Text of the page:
Stars: Renee Bryant, Troy Reeves, Sarah Lovell and Michael Coleman
I much prefer Mills's script to Chopin's short story, though perhaps it's simply because I'm a man. Chopin was an influential feminist and The Kiss revolves around a young lady who gets precisely what she wants, even though the kiss of the title temporarily scuppers her chances at the prize. She wants to get married, to the rich young man who is awkwardly courting her, for a particularly mercenary reason. As she puts it, 'The rather insignificant and unattractive Brantain was enormously rich; and she liked and required the entourage which wealth could give her.' She's about to land this big fish when another man waltzes into her house and plants an 'ardent, lingering kiss upon her lips' which would have done for her chances if she wasn't such a 'outspoken' young lady. In other words, Nathalie is modern enough to marry for money, modern enough to make it happen, even after a cog has been thrown into her machinations, and modern enough after it's done to try to keep the millionaire and the hurler of the cog both.
If any of this is there in Mills's adaptation, it's because we've brought it with us from our homework. None of it would appear to be there otherwise, because he doesn't give us any background detail to tell us why the young bride at the heart of his story got married. Maybe she's a gold-digger like Nathalie, but nothing tells us that. We can certainly see that her husband isn't a passionate man and there's nothing to suggest that she loves him, but there are a hundred reasons to get married and she could easily just be distracted by the chaos of a big wedding. We can believe from Renee Bryant's face that her character isn't sure of her decision, but she doesn't drive the story as Mills presents it. In fact, nobody drives anything except the complete stranger played by Michael Coleman who isn't given a name, a reason or any dialogue. He walks past their table on a restaurant patio, stops to kiss her completely out of the blue and then waltzes off down the road. He exists in this film only to deliver the kiss of the title and set up our story.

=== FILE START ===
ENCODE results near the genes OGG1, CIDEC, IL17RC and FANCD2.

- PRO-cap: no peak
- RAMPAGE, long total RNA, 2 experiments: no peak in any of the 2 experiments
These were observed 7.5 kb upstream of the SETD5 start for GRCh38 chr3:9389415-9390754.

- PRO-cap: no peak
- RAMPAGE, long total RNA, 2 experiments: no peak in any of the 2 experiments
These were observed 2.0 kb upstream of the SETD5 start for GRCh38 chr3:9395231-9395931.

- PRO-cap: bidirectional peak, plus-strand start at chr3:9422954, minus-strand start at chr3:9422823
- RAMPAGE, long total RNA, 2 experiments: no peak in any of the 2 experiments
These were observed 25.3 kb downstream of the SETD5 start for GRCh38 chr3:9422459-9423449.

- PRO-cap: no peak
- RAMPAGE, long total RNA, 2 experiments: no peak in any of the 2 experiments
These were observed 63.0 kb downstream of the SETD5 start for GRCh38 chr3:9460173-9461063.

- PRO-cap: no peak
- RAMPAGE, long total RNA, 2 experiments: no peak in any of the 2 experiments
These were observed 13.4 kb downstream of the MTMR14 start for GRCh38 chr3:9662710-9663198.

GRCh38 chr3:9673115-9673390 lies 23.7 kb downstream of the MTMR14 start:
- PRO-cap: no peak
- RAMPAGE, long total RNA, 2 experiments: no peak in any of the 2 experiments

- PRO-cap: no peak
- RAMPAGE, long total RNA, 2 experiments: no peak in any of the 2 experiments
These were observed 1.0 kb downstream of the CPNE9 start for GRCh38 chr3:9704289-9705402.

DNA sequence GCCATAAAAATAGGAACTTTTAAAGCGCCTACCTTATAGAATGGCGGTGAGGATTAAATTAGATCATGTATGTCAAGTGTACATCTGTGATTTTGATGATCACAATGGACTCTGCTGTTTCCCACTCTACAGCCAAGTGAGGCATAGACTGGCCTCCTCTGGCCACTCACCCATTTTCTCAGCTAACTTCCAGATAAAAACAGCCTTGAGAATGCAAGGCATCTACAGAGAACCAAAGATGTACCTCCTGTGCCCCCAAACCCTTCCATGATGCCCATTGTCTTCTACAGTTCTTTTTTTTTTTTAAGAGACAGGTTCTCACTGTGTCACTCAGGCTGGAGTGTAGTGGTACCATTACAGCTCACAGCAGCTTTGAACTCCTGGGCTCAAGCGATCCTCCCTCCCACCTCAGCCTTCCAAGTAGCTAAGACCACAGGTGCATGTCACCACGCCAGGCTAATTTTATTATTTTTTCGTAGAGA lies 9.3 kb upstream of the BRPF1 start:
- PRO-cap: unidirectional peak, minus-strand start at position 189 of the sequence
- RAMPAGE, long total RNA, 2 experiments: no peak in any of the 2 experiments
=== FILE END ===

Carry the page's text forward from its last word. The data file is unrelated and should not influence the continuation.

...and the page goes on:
Michael Hanelin will surely be happy that he's not the only actor tasked with playing ambiguous roles at Running Wild, but I wonder which way Renee Bryant read her character. Everything revolves around that kiss, which she doesn't fight. The last shot of the film shows her face wide open, resonating a whole host of emotions all at once, and it's the one moment in the film that she's alive. It would be easy to denigrate her lack of engagement, if only it wasn't the right choice for the picture. Staying distracted throughout, but ending up with wide eyes, is far more appropriate. The acting generally is certainly more consistent than it was in The Sisters, but these are far from the sort of outstanding performances we know Mills can conjure out of his actors. Mostly I think they did what they needed to; it's just that their characters play second fiddle to the story. There are feminist takes to this, but then the deliberate lack of background makes many readings possible. I firmly feel that the woman isn't in charge here though; the writer is.